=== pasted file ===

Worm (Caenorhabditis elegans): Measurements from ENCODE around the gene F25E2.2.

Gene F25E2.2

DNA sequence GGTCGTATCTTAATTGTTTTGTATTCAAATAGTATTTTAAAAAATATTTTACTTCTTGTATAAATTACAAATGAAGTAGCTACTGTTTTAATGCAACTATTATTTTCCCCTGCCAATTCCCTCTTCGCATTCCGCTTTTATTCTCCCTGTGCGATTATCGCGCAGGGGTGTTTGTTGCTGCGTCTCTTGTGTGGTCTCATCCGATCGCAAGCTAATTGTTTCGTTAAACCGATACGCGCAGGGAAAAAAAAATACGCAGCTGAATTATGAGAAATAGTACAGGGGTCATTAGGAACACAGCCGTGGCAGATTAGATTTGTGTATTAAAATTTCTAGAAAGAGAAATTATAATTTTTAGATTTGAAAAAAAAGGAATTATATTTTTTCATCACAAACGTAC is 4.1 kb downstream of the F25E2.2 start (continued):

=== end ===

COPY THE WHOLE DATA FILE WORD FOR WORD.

Worm (Caenorhabditis elegans): Measurements from ENCODE around the gene F25E2.2.

Gene F25E2.2

DNA sequence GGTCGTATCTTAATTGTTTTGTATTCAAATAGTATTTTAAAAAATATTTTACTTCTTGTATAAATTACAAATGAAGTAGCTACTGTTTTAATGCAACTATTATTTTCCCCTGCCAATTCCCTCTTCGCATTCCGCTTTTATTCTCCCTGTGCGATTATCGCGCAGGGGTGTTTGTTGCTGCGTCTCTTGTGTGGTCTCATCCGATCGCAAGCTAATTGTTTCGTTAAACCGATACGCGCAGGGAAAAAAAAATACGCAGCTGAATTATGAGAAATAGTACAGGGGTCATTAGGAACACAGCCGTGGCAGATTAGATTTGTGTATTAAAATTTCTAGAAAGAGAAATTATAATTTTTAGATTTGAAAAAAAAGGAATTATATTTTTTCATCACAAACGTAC is 4.1 kb downstream of the F25E2.2 start (continued):